jerry jerry - 1 year ago 54
Android Question

Is an Android EVENT_ID Unique Across Calendars?

I am trying to manage calendar events in my app using Android's calendar provider. On the documentation page the following methods to delete an event and to open an event in the calendar are shown:

To delete an event:

private static final String DEBUG_TAG = "MyActivity";
long eventID = 201;
ContentResolver cr = getContentResolver();
ContentValues values = new ContentValues();
Uri deleteUri = null;
deleteUri = ContentUris.withAppendedId(Events.CONTENT_URI, eventID);
int rows = getContentResolver().delete(deleteUri, null, null);
Log.i(DEBUG_TAG, "Rows deleted: " + rows);

To open a specific event in the calendar using calendar intent:

long eventID = 208;
Uri uri = ContentUris.withAppendedId(Events.CONTENT_URI, eventID);
Intent intent = new Intent(Intent.ACTION_VIEW)

That works pretty well but I noticed that, different than in other transaction such as creating and retrieving events, the calendar id does not seem to be of significance. Why is that so? Can I safely assume that the system guarantees all event IDs to be unique across all calendars? Or could there be multiple events with the same ID, and what happens then?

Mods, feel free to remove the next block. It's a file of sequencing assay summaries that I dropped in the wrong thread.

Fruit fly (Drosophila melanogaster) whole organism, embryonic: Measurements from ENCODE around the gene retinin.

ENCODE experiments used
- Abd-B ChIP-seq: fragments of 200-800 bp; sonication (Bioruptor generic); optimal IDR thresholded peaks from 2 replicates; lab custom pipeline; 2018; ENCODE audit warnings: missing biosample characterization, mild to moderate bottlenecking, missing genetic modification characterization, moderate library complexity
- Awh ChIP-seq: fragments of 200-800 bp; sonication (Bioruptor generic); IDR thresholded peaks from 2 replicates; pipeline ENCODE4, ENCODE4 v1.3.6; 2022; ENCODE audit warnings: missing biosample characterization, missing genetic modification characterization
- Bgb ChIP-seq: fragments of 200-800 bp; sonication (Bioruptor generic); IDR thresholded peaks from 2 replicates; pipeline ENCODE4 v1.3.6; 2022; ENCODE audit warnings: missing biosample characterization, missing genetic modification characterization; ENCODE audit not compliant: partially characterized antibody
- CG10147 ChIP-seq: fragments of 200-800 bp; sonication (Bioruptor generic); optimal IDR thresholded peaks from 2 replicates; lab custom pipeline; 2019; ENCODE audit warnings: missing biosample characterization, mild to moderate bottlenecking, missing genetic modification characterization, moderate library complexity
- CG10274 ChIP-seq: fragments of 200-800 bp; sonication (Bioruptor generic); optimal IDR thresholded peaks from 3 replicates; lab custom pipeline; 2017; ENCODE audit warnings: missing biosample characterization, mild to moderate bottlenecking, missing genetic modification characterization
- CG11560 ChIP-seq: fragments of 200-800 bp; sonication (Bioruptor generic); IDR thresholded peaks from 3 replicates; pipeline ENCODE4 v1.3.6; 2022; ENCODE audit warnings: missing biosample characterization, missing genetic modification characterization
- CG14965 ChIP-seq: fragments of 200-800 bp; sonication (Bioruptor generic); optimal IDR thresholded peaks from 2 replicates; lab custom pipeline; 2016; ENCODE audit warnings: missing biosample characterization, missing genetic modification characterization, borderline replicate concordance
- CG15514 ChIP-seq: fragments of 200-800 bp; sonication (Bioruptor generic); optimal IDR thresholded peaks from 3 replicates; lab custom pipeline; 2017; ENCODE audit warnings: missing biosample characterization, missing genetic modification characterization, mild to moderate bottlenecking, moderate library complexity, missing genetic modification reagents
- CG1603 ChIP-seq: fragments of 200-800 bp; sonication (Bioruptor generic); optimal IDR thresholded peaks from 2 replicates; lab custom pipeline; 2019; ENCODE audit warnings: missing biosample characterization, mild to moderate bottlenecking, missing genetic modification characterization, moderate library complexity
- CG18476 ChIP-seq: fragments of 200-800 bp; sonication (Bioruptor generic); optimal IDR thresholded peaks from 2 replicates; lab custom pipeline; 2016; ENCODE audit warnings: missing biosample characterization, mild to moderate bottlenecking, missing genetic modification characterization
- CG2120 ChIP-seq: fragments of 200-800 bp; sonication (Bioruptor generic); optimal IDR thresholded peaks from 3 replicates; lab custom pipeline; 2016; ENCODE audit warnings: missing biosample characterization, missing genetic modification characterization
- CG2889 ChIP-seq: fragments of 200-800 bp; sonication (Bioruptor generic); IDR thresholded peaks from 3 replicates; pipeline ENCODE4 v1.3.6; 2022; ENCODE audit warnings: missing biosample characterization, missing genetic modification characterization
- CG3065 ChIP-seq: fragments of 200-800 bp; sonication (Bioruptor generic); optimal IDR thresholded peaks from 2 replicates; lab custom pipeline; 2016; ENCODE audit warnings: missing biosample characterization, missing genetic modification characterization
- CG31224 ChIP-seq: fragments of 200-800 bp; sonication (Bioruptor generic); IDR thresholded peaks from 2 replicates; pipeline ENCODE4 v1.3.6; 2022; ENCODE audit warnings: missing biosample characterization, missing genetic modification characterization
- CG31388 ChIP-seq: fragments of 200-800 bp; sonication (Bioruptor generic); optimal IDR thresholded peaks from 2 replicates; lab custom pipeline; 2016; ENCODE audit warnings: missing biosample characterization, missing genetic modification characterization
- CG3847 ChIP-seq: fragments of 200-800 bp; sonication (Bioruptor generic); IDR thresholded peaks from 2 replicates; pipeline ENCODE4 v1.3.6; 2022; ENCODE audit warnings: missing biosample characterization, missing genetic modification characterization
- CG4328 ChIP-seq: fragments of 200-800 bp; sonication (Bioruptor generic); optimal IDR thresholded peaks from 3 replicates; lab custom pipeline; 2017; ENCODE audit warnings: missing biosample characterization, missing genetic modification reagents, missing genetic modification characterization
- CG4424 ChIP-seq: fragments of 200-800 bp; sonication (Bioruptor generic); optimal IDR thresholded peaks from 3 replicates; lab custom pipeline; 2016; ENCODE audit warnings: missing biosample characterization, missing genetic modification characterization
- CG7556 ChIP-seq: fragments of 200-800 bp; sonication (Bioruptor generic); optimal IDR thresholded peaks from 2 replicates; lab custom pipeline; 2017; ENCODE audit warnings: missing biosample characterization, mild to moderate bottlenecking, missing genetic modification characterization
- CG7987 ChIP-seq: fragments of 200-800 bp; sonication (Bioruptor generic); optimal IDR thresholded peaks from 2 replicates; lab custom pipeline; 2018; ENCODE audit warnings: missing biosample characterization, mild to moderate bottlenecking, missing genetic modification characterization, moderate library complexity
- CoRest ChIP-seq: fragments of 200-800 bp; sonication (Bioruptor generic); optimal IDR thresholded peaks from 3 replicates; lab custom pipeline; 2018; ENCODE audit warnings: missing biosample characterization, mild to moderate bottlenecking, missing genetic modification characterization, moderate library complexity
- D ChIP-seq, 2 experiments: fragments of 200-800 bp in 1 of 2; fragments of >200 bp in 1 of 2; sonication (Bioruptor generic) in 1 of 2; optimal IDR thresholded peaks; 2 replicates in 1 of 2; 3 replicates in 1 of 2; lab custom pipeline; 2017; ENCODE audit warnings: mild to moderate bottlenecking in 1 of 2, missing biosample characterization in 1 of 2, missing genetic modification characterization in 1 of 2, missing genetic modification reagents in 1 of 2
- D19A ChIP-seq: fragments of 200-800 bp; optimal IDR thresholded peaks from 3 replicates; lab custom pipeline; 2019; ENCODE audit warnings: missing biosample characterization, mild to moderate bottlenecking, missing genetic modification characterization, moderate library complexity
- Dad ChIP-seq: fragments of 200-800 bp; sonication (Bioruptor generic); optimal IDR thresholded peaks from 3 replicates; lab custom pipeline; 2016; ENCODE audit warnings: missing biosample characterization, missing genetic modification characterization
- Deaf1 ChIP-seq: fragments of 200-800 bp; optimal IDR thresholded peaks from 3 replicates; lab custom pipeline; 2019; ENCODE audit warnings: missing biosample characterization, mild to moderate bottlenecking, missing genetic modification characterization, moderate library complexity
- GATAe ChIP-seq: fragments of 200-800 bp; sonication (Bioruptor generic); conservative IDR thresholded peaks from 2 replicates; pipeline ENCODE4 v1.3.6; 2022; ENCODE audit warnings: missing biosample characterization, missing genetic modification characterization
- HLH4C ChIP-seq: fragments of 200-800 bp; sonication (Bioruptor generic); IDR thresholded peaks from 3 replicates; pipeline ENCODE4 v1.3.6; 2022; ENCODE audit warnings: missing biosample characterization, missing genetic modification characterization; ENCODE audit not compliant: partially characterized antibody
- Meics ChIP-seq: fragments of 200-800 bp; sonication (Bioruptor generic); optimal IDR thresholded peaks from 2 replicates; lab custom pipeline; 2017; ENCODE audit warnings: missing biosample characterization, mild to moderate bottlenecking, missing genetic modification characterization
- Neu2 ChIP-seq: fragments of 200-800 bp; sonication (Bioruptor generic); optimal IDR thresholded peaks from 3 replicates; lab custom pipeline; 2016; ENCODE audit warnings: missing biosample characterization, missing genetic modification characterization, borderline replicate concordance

Answer Source

Yes, that assumption is correct. The event ID you pass with the Uri maps directly to the row _id field, which is the primary key of the events table. So each event has a (system wide) unique id.

If you follow the calls of deleteEventsInternal in CalendarProvider2 you can see that the ID you passed is compared to the _id field of the events table.

The selection in line 3222 eventually evaluates to _id = <the ID you passed>

Regarding your question "Why is that so?":

The relationship between calendars and events is a one-to-many relationship, which means one calendar may contain multiple events, but one event belongs to exactly one calendar.

The way this is represented in the calendar database is the standard way of modeling this in relational databases, see

In database design this is also called the Second normal form.